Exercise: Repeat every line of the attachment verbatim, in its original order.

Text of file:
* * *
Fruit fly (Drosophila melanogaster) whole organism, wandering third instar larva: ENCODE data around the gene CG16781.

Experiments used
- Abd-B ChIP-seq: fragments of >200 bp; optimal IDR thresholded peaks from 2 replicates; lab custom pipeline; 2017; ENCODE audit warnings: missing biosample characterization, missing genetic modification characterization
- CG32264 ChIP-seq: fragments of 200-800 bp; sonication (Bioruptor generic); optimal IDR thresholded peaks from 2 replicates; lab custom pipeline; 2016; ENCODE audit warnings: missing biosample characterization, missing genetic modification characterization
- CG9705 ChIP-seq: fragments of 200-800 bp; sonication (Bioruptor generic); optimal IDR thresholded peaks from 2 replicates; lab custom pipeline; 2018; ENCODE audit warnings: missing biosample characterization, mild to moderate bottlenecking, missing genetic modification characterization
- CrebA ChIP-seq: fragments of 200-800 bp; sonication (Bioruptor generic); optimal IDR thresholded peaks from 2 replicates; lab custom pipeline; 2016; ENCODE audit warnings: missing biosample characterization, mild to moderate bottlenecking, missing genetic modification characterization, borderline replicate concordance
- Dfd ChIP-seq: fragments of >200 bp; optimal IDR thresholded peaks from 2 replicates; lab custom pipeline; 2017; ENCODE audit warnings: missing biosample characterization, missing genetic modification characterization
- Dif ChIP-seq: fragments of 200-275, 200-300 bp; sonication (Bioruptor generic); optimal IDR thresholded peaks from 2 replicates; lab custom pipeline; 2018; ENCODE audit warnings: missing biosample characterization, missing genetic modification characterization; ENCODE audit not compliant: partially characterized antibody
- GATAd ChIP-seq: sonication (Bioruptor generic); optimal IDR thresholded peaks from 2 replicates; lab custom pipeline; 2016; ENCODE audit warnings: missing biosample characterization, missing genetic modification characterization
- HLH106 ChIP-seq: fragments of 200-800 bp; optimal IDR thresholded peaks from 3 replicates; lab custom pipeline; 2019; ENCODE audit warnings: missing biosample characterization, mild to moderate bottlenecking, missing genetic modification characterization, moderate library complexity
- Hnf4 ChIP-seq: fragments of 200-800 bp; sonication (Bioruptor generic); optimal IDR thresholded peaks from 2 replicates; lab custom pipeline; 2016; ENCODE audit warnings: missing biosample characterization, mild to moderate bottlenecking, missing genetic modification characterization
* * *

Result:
Fruit fly (Drosophila melanogaster) whole organism, wandering third instar larva: ENCODE data around the gene CG16781.

Experiments used
- Abd-B ChIP-seq: fragments of >200 bp; optimal IDR thresholded peaks from 2 replicates; lab custom pipeline; 2017; ENCODE audit warnings: missing biosample characterization, missing genetic modification characterization
- CG32264 ChIP-seq: fragments of 200-800 bp; sonication (Bioruptor generic); optimal IDR thresholded peaks from 2 replicates; lab custom pipeline; 2016; ENCODE audit warnings: missing biosample characterization, missing genetic modification characterization
- CG9705 ChIP-seq: fragments of 200-800 bp; sonication (Bioruptor generic); optimal IDR thresholded peaks from 2 replicates; lab custom pipeline; 2018; ENCODE audit warnings: missing biosample characterization, mild to moderate bottlenecking, missing genetic modification characterization
- CrebA ChIP-seq: fragments of 200-800 bp; sonication (Bioruptor generic); optimal IDR thresholded peaks from 2 replicates; lab custom pipeline; 2016; ENCODE audit warnings: missing biosample characterization, mild to moderate bottlenecking, missing genetic modification characterization, borderline replicate concordance
- Dfd ChIP-seq: fragments of >200 bp; optimal IDR thresholded peaks from 2 replicates; lab custom pipeline; 2017; ENCODE audit warnings: missing biosample characterization, missing genetic modification characterization
- Dif ChIP-seq: fragments of 200-275, 200-300 bp; sonication (Bioruptor generic); optimal IDR thresholded peaks from 2 replicates; lab custom pipeline; 2018; ENCODE audit warnings: missing biosample characterization, missing genetic modification characterization; ENCODE audit not compliant: partially characterized antibody
- GATAd ChIP-seq: sonication (Bioruptor generic); optimal IDR thresholded peaks from 2 replicates; lab custom pipeline; 2016; ENCODE audit warnings: missing biosample characterization, missing genetic modification characterization
- HLH106 ChIP-seq: fragments of 200-800 bp; optimal IDR thresholded peaks from 3 replicates; lab custom pipeline; 2019; ENCODE audit warnings: missing biosample characterization, mild to moderate bottlenecking, missing genetic modification characterization, moderate library complexity
- Hnf4 ChIP-seq: fragments of 200-800 bp; sonication (Bioruptor generic); optimal IDR thresholded peaks from 2 replicates; lab custom pipeline; 2016; ENCODE audit warnings: missing biosample characterization, mild to moderate bottlenecking, missing genetic modification characterization